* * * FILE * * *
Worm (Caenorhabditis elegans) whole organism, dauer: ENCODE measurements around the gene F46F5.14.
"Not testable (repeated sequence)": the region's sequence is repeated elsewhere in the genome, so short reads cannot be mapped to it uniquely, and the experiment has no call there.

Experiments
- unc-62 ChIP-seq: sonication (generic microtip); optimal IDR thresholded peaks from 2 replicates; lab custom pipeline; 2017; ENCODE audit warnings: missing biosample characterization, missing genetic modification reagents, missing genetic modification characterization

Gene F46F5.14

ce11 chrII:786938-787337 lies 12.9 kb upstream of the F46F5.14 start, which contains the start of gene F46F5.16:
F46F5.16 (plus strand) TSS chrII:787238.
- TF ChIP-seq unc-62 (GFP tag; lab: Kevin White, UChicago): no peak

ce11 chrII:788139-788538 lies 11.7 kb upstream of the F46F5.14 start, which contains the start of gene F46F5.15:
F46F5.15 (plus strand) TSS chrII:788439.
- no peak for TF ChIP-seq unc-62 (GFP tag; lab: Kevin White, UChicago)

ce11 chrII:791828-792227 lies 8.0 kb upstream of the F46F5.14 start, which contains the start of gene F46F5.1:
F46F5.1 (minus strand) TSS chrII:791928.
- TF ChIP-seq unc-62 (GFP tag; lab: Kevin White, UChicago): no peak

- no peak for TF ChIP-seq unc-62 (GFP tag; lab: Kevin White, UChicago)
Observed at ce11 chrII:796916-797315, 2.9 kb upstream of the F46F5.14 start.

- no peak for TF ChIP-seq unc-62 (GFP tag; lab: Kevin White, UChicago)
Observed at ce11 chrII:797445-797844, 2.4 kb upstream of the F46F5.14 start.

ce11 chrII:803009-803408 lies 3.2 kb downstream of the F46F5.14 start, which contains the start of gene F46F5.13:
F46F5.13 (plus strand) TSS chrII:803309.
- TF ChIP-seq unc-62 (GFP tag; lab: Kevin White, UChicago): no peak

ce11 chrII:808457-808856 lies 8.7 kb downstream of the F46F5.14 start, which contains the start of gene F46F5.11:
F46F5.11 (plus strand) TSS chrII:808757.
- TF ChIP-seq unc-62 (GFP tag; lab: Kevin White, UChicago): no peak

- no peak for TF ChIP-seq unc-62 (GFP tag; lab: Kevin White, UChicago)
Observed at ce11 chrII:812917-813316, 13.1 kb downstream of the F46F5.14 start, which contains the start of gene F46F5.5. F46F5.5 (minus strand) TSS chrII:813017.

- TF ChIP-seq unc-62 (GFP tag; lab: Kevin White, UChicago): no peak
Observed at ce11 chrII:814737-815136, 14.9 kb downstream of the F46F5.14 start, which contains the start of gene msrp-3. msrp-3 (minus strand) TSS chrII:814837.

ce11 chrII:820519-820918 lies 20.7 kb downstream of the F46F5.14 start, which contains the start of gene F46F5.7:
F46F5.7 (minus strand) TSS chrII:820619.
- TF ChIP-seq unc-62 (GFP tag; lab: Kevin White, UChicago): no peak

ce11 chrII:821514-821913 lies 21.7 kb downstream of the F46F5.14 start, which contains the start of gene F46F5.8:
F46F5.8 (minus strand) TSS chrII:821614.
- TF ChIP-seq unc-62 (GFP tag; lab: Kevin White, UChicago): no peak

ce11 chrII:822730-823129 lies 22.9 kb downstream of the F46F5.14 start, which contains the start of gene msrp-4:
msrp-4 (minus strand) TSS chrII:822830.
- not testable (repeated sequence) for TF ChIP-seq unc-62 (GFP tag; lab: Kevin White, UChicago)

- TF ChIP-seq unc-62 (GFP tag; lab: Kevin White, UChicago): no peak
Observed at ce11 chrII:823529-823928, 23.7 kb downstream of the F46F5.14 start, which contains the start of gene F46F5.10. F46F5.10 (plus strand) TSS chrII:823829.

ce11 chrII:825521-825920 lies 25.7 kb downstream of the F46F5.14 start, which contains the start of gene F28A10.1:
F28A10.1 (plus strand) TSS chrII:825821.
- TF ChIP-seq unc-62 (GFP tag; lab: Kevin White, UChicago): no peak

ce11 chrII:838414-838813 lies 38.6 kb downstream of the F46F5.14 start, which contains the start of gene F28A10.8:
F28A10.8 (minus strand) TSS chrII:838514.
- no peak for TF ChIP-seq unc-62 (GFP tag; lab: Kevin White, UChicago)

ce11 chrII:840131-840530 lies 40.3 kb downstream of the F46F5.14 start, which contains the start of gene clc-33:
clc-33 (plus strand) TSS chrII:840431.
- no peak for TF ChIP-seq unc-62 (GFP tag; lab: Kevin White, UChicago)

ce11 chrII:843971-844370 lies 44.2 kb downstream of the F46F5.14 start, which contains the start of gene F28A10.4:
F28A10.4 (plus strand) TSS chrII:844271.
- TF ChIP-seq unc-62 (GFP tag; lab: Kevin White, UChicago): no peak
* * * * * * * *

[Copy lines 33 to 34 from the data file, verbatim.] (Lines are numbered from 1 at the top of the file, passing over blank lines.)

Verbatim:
F46F5.8 (minus strand) TSS chrII:821614.
- TF ChIP-seq unc-62 (GFP tag; lab: Kevin White, UChicago): no peak